Jorge Luis Garcia, James J. Heckman, Duncan Ermini Leaf, Maria Jose Prados

This paper estimates the long-term benefits from an influential early childhood program targeting disadvantaged families. The program was evaluated by random assignment and followed participants through their mid-30s. It has substantial beneficial impacts on health, children’s future labor incomes, crime, education, and mothers’ labor incomes, with greater monetized benefits for males. Lifetime returns are estimated by pooling multiple data sets using testable economic models. The overall rate of return is 13.7% per annum, and the benefit/cost ratio is 7.3. These estimates are robust to numerous sensitivity analyses.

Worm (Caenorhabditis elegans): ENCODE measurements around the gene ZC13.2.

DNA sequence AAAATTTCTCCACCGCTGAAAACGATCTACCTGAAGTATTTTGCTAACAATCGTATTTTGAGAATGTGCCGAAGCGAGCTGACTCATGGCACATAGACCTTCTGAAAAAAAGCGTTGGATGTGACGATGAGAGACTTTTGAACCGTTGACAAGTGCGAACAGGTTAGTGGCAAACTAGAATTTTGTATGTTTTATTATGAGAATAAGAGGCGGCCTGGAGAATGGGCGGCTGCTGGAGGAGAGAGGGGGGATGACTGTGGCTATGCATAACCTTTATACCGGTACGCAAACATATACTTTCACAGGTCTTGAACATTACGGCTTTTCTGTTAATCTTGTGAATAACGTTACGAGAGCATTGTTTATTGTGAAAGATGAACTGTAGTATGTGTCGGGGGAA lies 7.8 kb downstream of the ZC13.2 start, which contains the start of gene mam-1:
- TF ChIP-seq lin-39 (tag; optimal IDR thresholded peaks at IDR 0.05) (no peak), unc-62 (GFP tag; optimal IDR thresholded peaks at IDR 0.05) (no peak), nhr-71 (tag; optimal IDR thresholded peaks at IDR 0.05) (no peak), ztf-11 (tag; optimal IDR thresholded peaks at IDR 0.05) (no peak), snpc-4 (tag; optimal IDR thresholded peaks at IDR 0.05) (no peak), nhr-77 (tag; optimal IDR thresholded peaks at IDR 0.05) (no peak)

JEL Codes  
J13: Fertility; Family Planning; Child Care; Children; Youth
I28: Education: Government Policy
C93: Field Experiments
early childhood education
gender differences
long-term prediction
quality of life
randomized trials
substitution bias